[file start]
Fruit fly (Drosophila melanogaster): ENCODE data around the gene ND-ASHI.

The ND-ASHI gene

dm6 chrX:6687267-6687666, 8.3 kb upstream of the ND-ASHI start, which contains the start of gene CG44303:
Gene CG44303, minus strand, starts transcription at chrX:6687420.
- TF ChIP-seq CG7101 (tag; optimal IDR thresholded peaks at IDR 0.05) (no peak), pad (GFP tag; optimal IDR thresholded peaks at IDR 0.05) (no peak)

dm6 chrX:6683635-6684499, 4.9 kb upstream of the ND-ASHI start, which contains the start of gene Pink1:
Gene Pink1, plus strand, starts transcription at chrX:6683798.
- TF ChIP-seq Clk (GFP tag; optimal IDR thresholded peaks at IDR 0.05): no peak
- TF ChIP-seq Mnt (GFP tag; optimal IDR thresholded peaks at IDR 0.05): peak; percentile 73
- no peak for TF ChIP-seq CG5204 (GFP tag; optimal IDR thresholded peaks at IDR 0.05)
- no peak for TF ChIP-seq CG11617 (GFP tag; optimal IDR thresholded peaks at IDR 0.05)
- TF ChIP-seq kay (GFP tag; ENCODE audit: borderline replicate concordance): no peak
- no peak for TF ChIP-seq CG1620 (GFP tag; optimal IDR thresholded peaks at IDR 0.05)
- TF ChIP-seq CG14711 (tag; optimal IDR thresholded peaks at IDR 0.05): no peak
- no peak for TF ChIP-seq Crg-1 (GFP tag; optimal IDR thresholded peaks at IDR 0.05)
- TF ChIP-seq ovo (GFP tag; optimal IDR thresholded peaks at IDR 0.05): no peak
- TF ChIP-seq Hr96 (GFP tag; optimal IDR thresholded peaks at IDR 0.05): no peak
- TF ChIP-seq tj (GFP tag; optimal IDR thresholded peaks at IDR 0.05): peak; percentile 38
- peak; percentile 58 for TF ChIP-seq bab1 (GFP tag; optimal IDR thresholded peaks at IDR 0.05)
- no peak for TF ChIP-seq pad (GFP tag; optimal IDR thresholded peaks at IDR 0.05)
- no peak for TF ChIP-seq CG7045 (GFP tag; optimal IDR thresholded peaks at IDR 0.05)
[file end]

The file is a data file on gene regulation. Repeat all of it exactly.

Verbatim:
Fruit fly (Drosophila melanogaster): ENCODE data around the gene ND-ASHI.

The ND-ASHI gene

dm6 chrX:6687267-6687666, 8.3 kb upstream of the ND-ASHI start, which contains the start of gene CG44303:
Gene CG44303, minus strand, starts transcription at chrX:6687420.
- TF ChIP-seq CG7101 (tag; optimal IDR thresholded peaks at IDR 0.05) (no peak), pad (GFP tag; optimal IDR thresholded peaks at IDR 0.05) (no peak)

dm6 chrX:6683635-6684499, 4.9 kb upstream of the ND-ASHI start, which contains the start of gene Pink1:
Gene Pink1, plus strand, starts transcription at chrX:6683798.
- TF ChIP-seq Clk (GFP tag; optimal IDR thresholded peaks at IDR 0.05): no peak
- TF ChIP-seq Mnt (GFP tag; optimal IDR thresholded peaks at IDR 0.05): peak; percentile 73
- no peak for TF ChIP-seq CG5204 (GFP tag; optimal IDR thresholded peaks at IDR 0.05)
- no peak for TF ChIP-seq CG11617 (GFP tag; optimal IDR thresholded peaks at IDR 0.05)
- TF ChIP-seq kay (GFP tag; ENCODE audit: borderline replicate concordance): no peak
- no peak for TF ChIP-seq CG1620 (GFP tag; optimal IDR thresholded peaks at IDR 0.05)
- TF ChIP-seq CG14711 (tag; optimal IDR thresholded peaks at IDR 0.05): no peak
- no peak for TF ChIP-seq Crg-1 (GFP tag; optimal IDR thresholded peaks at IDR 0.05)
- TF ChIP-seq ovo (GFP tag; optimal IDR thresholded peaks at IDR 0.05): no peak
- TF ChIP-seq Hr96 (GFP tag; optimal IDR thresholded peaks at IDR 0.05): no peak
- TF ChIP-seq tj (GFP tag; optimal IDR thresholded peaks at IDR 0.05): peak; percentile 38
- peak; percentile 58 for TF ChIP-seq bab1 (GFP tag; optimal IDR thresholded peaks at IDR 0.05)
- no peak for TF ChIP-seq pad (GFP tag; optimal IDR thresholded peaks at IDR 0.05)
- no peak for TF ChIP-seq CG7045 (GFP tag; optimal IDR thresholded peaks at IDR 0.05)